It has been a challenge to reduce unwanted vibration in rotating equipment. The impact of this vibration can range from premature failure of the machine to consumer’s perception of poor product quality. Many designers and product engineers from all industries have been working diligently to solve noise and vibration problems in their products.
One of the most effective methods to solve noise and vibration problems is to dampen the system. Damping, can be divided into two types: active and passive damping. Active damping requires external means to dissipate energy such as electronically controlled actuator. Passive damping requires add-on solutions such as shock absorber, isolator, structural member’s internal damping, etc to dissipate energy. Internal damping itself can be divided into two categories: material and system damping. Material damping is related to diffusion of atoms or molecules or internal friction of the material. System damping is related to energy dissipation in the total structure, which includes material damping and energy dissipation due to joints, interfaces, and fasteners. We will focus on material damping of viscoelastic material in this article.
Viscoelastic material is characterized by possessing both viscous and elastic behavior. A purely elastic material is material which stores all the energy during loading and returns it when the load is removed (unloading). So there is no energy loss during loading and unloading for purely elastic material. Let’s take an example of a slab of concrete with a thickness of T and cross section area A. When it is subjected to cyclic loading, F(t), the concrete will expand and contract, given by displacement function x(t). The stress is given by dividing the load by the cross section area; the corresponding strain on the material can be found by dividing the displacement by the thickness. For elastic material, Hooke’s law is obeyed; the modulus, E can be related to stress σ(t) and strain ε(t) as:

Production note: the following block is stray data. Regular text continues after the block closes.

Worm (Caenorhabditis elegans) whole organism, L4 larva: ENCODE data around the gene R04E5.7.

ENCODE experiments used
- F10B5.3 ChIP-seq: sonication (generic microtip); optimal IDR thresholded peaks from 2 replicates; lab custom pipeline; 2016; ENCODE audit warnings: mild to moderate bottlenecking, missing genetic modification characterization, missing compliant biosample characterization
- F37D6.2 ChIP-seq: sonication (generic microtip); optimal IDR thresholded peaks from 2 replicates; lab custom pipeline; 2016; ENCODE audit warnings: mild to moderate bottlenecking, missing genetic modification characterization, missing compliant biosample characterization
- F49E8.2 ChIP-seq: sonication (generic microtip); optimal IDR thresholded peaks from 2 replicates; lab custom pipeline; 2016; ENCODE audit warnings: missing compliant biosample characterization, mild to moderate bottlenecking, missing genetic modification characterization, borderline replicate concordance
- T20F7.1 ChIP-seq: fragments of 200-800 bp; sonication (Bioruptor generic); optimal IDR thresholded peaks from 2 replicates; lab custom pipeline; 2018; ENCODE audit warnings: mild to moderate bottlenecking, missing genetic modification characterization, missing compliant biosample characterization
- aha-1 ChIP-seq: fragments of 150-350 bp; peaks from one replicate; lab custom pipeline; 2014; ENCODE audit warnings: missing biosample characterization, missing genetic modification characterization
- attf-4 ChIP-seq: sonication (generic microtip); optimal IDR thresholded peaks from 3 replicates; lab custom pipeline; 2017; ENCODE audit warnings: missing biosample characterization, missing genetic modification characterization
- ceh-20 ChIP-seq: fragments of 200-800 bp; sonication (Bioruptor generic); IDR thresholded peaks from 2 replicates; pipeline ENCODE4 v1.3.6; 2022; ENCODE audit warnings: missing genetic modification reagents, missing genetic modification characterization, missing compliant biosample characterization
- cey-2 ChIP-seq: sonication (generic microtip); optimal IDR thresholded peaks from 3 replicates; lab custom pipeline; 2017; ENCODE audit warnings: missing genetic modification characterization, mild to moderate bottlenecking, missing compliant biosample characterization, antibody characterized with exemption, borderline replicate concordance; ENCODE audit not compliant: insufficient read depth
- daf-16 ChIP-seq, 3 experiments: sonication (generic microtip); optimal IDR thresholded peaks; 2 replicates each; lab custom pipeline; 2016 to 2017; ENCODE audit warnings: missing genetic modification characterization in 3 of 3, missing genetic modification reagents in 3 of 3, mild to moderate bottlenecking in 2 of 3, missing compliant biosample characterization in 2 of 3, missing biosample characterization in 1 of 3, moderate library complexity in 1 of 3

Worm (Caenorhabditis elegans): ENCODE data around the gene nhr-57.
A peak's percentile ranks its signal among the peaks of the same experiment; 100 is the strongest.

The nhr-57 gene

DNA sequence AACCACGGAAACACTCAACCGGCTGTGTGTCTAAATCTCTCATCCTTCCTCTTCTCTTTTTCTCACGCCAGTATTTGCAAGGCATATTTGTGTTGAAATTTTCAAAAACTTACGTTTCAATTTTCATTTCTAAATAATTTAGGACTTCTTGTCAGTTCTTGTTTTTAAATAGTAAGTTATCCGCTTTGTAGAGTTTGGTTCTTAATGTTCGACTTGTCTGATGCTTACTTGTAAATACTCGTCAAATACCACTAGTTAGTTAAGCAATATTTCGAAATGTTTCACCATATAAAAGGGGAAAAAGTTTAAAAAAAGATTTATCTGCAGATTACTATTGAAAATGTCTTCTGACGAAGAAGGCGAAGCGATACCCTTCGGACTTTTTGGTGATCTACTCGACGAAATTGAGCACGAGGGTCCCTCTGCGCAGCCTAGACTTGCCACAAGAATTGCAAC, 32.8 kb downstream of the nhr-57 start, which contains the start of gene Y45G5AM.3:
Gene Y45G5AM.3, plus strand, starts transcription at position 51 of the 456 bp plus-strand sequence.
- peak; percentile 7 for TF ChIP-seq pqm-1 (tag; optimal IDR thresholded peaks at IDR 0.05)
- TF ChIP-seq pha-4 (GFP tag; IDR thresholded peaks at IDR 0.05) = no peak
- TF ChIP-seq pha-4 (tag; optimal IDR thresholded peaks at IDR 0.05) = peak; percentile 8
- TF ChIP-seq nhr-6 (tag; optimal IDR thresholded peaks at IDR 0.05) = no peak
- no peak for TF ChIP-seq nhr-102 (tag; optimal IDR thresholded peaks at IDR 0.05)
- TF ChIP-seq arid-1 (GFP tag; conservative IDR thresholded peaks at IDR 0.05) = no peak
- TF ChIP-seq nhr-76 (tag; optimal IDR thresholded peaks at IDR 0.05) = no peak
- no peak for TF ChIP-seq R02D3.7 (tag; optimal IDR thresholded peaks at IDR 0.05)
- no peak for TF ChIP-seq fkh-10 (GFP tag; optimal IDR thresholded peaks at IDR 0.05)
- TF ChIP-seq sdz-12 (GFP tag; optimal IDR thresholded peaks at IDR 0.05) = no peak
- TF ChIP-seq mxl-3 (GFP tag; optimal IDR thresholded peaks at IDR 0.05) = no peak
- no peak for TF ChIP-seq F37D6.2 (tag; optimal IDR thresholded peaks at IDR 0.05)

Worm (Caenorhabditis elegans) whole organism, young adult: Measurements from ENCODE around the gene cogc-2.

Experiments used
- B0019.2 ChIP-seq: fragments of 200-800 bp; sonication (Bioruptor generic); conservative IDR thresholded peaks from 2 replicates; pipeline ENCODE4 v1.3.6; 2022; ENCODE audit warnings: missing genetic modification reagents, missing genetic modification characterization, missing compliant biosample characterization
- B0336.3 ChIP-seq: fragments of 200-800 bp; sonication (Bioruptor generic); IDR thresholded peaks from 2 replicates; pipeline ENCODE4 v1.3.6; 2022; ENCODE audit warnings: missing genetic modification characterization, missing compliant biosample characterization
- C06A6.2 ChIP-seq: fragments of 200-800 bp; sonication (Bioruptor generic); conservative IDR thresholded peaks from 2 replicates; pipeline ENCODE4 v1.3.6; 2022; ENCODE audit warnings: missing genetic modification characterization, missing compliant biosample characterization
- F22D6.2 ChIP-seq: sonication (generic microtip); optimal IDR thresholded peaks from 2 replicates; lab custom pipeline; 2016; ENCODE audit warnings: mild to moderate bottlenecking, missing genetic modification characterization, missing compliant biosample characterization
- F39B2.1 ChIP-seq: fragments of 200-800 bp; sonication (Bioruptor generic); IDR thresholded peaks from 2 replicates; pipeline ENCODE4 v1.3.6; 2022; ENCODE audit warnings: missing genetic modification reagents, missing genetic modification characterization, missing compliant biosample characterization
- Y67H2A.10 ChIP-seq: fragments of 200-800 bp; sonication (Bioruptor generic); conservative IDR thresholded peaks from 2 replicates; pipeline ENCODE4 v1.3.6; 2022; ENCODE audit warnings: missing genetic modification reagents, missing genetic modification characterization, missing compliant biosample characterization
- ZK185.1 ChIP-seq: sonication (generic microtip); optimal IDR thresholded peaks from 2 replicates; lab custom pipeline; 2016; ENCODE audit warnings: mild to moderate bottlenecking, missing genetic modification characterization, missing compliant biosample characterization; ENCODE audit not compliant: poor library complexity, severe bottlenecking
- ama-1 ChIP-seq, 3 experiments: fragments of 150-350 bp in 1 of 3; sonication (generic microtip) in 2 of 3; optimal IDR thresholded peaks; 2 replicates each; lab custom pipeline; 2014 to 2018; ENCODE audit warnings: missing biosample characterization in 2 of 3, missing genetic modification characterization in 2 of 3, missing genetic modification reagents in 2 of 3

σ(t) = E ε(t)
A purely viscous material does not return any of the energy stored during loading. All energy is lost once the load is removed. In this case, the stress is proportional to the rate of the strain, and the ratio of stress to strain is known as viscosity, η. In most cases, linear (Newtonian) viscosity is considered to be the principal form of energy dissipation. These materials have only damping component.
Viscoelastic materials (e.g. rubbers, plastics) resemble the pure viscous and elastic materials. Some of the energy stored in a viscoelastic material is recovered upon removal of the load, and the reminder is dissipated in the form of heat.
The stress-strain relationships of viscoelastic material is presented by:
σ(t) = E ε(t) + η d ε
The equation above contains elastic and viscous components; where viscous component contains viscosity of material, η multiplied by time derivative of strain. This term is related to material damping; the ability of material to dissipate energy or absorb vibration.